S.C. House cuts HIV/AIDS funding

Move comes after similar action by N.C. officials

by Deaidre Newby    
Published: March 10, 2010 in News

COLUMBIA — The South Carolina House voted last week to cut some $2.4 million in HIV/AIDS funding. The drastic cuts will effectively put an end to new clients in the state’s AIDS Drug Assistance Program (ADAP) which currently serves close to 3,000 people, according to news station WIS 10.

South Carolina’s move follows similar action by North Carolina officials (see our March 6 print edition cover story, “AIDS funding cuts protested”). In January, state AIDS director Jacquelyn Clymore announced her state’s ADAP would be capped at current levels. More than 100 people have already been put on a waiting list.

Dr. Bambi Gaddist of the South Carolina HIV/AIDS Crisis Care Task Force says cutting such lifesaving funding will impact the livelihood of more than 14,000 South Carolinians. Many will not be able to obtain medicines, which could increase transmission of the virus.

The funding cuts in the Carolinas follows new reports from the Centers for Disease Control indicating increasing levels of new infections across the country, and particularly in the South among young black gay and bisexual men. In Charlotte and Mecklenburg County, officials estimate the new infection rate is similar to that of Los Angeles County. South Carolina currently ranks eighth in newly diagnosed HIV cases.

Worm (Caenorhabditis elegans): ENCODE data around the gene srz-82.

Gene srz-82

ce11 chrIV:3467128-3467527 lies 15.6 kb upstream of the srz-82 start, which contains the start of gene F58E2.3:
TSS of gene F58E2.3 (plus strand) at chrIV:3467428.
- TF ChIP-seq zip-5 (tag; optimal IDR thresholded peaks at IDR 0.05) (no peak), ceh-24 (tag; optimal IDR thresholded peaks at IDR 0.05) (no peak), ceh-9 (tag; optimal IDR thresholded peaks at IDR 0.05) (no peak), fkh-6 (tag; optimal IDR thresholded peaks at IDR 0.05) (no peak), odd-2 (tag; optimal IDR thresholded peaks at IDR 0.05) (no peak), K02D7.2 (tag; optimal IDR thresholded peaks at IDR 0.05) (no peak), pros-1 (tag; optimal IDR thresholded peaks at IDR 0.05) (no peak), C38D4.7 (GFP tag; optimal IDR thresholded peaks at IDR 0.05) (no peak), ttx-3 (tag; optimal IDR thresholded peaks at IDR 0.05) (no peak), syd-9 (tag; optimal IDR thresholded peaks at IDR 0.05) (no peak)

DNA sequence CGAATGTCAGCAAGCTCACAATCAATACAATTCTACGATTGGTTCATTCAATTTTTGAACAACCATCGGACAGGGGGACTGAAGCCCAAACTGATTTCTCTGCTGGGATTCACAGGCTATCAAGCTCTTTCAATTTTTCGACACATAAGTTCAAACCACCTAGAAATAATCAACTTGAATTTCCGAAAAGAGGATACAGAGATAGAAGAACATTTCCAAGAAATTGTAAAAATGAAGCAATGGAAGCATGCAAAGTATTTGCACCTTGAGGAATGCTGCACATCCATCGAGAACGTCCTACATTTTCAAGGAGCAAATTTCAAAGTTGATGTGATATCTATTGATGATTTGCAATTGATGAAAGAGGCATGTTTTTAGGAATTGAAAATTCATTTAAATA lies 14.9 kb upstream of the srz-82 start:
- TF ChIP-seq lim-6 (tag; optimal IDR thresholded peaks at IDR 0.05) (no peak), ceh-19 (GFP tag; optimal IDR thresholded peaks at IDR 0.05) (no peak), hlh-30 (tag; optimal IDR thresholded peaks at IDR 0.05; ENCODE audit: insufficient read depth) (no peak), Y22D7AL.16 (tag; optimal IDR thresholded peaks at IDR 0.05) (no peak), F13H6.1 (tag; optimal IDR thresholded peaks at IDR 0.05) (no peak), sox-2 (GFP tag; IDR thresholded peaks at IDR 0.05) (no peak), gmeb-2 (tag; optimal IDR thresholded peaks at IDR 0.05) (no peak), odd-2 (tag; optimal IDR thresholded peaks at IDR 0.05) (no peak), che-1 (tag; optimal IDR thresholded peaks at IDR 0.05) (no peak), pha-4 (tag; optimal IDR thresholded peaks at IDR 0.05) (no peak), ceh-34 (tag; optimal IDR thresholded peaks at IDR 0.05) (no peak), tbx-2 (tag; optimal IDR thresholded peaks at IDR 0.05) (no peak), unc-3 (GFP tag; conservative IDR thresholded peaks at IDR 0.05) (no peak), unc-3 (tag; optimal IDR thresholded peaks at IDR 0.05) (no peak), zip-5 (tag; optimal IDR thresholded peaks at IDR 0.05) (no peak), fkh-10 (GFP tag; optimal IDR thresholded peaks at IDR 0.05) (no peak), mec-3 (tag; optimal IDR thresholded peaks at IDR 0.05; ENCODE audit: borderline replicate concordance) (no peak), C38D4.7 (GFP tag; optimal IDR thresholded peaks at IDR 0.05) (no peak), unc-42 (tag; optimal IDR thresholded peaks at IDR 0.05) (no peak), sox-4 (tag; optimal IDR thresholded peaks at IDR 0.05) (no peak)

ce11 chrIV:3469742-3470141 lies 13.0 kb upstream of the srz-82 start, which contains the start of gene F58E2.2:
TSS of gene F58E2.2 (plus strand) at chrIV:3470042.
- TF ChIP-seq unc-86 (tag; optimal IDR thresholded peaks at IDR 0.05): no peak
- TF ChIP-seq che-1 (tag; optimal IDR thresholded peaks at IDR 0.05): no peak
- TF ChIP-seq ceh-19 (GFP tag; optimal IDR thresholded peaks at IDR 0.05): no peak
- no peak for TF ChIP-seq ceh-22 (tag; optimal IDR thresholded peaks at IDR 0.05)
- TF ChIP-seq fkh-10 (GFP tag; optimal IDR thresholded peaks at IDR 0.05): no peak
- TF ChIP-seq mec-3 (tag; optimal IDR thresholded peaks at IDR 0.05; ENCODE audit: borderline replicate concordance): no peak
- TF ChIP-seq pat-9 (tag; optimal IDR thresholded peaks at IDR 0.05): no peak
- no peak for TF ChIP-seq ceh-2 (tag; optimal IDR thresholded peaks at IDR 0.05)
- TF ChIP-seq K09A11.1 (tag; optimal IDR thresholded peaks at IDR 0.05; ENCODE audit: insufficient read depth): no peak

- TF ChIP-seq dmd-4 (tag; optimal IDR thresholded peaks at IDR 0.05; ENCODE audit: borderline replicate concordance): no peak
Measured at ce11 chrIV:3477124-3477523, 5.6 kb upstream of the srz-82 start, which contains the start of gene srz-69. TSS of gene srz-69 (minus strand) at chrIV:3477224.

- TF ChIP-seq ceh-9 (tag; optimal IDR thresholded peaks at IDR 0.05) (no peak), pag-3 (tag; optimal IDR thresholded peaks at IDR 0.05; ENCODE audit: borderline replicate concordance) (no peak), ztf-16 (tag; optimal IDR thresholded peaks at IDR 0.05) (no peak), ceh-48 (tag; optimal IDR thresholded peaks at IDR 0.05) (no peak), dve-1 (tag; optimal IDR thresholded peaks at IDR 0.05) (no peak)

Blogger Alvin McEwen of Holy Bullies and Headless Monsters says the decision to eliminate HIV funding by SC governing body is poor management.

“It’s an ugly indictment on the hypocrisy of the supposed Bible belt region,” McEwen wrote on March 8. “It is written that Jesus healed the sick, but I guess things have changed to the point that those who claim to be his followers have no problem with ignoring the sick.”

Donald Wood of the South Carolina HIV/AIDS Council says his organization will lose about $1 million in state funding.

The funding cuts made by Carolinas’ officials follow a similar trend nationwide. After years of decline in waiting lists and increased funding for such programs, the National Alliance of State and Territorial AIDS Directors say 10 states now have ADAP waiting lists, including North Carolina, Tennessee and Kentucky. Another 10 have cost containment measures in place or pending.